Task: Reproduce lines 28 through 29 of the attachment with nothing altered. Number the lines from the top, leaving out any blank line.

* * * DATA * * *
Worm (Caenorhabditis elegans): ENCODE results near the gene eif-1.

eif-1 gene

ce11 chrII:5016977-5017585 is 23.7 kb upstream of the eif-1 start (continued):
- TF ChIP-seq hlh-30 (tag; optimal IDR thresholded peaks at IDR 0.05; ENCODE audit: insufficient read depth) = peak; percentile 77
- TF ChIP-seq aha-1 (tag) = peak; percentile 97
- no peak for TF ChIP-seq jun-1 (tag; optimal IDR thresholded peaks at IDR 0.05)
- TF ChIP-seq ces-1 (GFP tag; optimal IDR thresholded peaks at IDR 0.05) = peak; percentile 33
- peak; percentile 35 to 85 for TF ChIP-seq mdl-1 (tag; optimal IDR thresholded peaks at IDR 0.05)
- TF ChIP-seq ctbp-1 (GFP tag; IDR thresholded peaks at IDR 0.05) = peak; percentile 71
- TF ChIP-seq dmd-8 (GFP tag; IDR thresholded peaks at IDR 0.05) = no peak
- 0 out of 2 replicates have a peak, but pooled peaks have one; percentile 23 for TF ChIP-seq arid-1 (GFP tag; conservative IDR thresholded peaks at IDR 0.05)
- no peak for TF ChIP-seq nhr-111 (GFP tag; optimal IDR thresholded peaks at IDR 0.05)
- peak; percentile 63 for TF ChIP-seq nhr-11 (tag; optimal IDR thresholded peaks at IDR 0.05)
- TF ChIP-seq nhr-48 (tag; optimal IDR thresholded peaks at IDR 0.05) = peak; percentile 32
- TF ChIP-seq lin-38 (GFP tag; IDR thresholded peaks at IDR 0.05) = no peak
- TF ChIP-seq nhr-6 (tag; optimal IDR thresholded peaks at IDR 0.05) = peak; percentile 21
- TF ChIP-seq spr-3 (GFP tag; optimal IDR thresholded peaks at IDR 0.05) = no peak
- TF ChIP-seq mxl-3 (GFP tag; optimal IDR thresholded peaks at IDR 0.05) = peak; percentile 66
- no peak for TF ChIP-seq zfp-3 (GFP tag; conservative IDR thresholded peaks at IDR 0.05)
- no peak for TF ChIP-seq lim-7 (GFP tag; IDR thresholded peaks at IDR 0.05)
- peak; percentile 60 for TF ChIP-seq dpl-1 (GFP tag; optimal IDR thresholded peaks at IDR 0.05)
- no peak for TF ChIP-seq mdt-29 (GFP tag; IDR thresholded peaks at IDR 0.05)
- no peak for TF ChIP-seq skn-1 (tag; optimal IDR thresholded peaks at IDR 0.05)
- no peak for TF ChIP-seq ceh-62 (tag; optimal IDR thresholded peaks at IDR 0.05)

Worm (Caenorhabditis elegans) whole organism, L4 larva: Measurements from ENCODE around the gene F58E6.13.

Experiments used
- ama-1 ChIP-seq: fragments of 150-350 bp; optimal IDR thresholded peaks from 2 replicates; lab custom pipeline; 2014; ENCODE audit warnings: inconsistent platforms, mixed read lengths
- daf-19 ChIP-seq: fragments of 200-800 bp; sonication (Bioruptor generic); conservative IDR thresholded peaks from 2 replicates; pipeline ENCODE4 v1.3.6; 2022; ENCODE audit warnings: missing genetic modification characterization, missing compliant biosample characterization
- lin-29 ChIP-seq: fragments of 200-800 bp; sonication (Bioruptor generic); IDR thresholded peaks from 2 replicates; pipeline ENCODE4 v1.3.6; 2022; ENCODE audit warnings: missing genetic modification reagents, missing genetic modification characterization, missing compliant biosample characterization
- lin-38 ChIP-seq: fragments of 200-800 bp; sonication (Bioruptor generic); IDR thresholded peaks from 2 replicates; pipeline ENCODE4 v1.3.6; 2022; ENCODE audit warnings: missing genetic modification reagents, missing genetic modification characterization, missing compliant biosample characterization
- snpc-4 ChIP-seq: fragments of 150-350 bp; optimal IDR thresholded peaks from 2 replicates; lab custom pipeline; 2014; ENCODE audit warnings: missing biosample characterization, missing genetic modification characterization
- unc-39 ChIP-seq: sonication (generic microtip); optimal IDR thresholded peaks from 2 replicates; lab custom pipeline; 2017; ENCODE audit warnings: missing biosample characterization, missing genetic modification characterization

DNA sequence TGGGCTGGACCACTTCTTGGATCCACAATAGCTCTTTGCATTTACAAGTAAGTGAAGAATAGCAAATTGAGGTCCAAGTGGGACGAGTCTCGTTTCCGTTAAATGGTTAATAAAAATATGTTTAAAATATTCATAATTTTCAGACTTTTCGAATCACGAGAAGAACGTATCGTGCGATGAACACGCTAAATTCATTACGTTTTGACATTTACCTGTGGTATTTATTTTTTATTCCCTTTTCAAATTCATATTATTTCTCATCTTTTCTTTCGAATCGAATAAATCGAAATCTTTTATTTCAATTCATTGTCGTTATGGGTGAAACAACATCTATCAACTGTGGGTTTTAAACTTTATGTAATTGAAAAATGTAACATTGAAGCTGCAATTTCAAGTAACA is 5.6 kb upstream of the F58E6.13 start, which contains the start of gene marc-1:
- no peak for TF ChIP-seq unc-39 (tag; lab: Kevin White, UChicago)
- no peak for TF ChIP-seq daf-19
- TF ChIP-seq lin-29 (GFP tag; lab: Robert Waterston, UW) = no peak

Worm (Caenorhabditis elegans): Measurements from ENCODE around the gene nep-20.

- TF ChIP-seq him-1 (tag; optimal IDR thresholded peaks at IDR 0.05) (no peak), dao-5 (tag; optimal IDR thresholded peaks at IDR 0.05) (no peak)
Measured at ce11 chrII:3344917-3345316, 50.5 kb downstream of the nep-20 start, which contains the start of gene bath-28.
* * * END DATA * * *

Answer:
- daf-19 ChIP-seq: fragments of 200-800 bp; sonication (Bioruptor generic); conservative IDR thresholded peaks from 2 replicates; pipeline ENCODE4 v1.3.6; 2022; ENCODE audit warnings: missing genetic modification characterization, missing compliant biosample characterization
- lin-29 ChIP-seq: fragments of 200-800 bp; sonication (Bioruptor generic); IDR thresholded peaks from 2 replicates; pipeline ENCODE4 v1.3.6; 2022; ENCODE audit warnings: missing genetic modification reagents, missing genetic modification characterization, missing compliant biosample characterization